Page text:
Demdike Stare: Elemental (Modern Love)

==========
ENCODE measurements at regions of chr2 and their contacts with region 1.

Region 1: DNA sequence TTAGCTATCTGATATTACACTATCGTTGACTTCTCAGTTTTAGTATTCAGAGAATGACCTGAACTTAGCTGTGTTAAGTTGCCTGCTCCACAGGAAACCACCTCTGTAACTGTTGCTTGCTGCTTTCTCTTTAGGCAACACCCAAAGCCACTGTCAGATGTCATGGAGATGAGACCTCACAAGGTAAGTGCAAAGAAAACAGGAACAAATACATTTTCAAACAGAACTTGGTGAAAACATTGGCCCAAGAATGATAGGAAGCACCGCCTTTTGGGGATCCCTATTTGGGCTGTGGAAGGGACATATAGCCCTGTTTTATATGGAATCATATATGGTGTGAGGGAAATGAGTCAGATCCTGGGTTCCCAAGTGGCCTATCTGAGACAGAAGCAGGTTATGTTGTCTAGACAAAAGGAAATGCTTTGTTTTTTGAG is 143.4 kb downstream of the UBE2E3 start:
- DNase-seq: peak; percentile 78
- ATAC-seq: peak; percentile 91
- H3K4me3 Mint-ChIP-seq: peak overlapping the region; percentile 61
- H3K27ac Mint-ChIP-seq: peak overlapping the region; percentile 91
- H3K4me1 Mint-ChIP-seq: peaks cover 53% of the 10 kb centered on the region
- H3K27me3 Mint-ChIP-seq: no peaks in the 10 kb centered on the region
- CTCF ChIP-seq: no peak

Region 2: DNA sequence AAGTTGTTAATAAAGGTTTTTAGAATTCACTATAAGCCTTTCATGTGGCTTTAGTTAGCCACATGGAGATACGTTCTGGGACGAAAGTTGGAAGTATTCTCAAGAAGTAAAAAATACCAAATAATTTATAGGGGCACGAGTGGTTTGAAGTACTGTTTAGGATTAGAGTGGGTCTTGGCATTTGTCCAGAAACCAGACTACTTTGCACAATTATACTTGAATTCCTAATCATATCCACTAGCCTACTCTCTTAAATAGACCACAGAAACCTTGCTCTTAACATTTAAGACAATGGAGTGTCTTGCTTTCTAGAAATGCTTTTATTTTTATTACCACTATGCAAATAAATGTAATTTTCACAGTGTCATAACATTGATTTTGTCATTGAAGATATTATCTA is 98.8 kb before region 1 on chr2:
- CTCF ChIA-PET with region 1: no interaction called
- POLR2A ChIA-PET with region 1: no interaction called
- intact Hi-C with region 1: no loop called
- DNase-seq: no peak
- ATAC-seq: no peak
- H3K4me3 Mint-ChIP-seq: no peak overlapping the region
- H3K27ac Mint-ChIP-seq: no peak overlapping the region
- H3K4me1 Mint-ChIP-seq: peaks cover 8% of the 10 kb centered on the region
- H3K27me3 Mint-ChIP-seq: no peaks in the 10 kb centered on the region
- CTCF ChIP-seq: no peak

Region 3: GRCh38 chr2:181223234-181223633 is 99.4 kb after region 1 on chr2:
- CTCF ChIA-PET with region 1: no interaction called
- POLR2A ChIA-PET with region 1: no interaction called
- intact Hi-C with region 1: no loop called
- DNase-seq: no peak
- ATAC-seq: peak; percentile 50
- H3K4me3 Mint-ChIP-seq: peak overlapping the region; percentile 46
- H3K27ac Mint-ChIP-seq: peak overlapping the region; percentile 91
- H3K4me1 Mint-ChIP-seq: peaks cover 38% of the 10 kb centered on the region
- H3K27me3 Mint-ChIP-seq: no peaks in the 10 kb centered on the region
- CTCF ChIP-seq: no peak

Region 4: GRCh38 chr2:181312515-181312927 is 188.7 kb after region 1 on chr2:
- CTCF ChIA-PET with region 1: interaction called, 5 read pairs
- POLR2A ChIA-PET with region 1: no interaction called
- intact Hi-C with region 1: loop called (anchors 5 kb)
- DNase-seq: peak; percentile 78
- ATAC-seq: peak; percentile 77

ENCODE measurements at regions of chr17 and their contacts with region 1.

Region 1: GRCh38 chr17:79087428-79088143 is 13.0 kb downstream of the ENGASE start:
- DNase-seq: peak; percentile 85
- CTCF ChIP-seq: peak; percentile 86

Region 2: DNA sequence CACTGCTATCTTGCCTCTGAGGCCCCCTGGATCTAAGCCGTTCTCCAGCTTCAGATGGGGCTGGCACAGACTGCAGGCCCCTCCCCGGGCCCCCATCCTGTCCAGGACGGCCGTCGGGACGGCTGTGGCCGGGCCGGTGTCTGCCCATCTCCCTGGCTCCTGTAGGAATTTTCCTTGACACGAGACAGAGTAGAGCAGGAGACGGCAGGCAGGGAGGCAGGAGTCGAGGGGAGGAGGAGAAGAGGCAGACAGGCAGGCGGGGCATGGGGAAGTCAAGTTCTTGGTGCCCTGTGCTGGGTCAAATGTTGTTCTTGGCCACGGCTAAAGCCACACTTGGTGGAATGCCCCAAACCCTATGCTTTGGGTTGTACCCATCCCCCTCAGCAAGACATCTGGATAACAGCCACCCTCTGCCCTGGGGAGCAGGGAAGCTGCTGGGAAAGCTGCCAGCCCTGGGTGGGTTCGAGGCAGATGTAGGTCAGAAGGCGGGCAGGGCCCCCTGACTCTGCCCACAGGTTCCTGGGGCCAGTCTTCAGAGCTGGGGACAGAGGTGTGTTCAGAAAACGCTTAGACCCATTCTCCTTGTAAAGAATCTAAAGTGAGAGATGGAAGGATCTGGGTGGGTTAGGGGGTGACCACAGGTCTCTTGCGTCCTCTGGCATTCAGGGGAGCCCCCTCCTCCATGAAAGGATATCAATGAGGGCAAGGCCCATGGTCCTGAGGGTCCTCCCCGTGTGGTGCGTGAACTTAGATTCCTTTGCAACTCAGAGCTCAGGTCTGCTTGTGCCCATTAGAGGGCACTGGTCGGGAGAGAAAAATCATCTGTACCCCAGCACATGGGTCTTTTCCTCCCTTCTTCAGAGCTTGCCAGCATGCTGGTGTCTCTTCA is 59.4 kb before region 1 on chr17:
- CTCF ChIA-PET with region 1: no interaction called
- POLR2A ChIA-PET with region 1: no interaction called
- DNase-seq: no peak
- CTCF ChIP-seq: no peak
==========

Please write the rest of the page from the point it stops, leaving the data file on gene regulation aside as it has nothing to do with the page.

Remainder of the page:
It’s telling that this whopping double-album from leftfield ambient duo Demdike Stare has been out nearly a year before I’ve taken to writing about it. It’s a grower, for sure… it took me a few months just to really digest the full contents of the release, and much longer to wrap my head around the ambitious sprawl of it all. The very first Demdike Stare releases I heard were haunting, but straightforward; they seemed to really hit hard on the “dub” in “dubstep” (without much of the “step”) and revel in thick atmospheres that enveloped their heady beats. However, they’ve moved away from that somewhat obvious combination of sounds, and with an album as long as Elemental, they are free to wander through a variety of sounds, timbres, textures and moods. What I always found charming about Demdike Stare is that their earliest 12"s seemed to start circulating right around the same time hipster rags like Pitchfork were proudly touting their own new genre creation du jour, “witch house.” I always found the name both vaguely appropriate and also incredibly stupid for the artists that got tagged. Demdike Stare is perhaps one of the most appropriate acts to earn the name, even if their music often betrays the convenience of the label; their namesake is Elisabeth Southerns (a.k.a. Demdike) who was a prominent witch executed in the 17th century. Press release fodder aside, there’s nearly two full hours of music to take in over the course of Elemental. It isn’t massive as their previous outing Triptych, and this is to its advantage in my opinion. There’s a healthy blend of regular and irregular rhythms, ambient passages, confrontational sounds and wayward atmospheres to keep things interesting from start to finish. Even on a track like “Kommunion (Alternate)” they manage to work in movements, with a highly ambient opening that gives way to a plodding, almost industrial segment of beats and prepared piano sounds. The first few tracks are dark and dense, so much so that the lively intro to “Mnemosyne” and its following dubstep halfbeat are almost startling. The menagerie of sounds it evolves into are closer to M.I.A.’s Kala seen through a dark lens, though. Even when the music picks up more of a pulse (“Metamorphosis” has a nice underwater throb to it), it’s quite dark… there is a vaguely sinister quality to this music from almost any angle. Take “Violetta” for example as a track that’s just off-kilter enough to be surprising, but almost menacing in its racket. The radiance of “All That Is Ours (Sunrise)” that kicks off the second disc of Elemental starts off like a murmur, but by the time its zenith reveals itself, it’s a full on wall of noise. A similar crescendo occurs in “Dasein,” a shimmering wave of noise as it ends. The second half has a bit more of a groove at times, like the refreshingly reliable looping of “We Have Already Died” or the techno tinges of closer “Ishmael’s Intent,” but overall from start to finish Demdike Stare are exploring such a strange, dark variety of sounds that shift shape and constantly evolve that it’s hard to not be impressed, if not overwhelmed. Their various influences — dub, non-western music, industrial clatter, IDM, and more — play out in consistently engaging ways, highly recommended for those not afraid of the dark side of electronic music and interested in being challenged.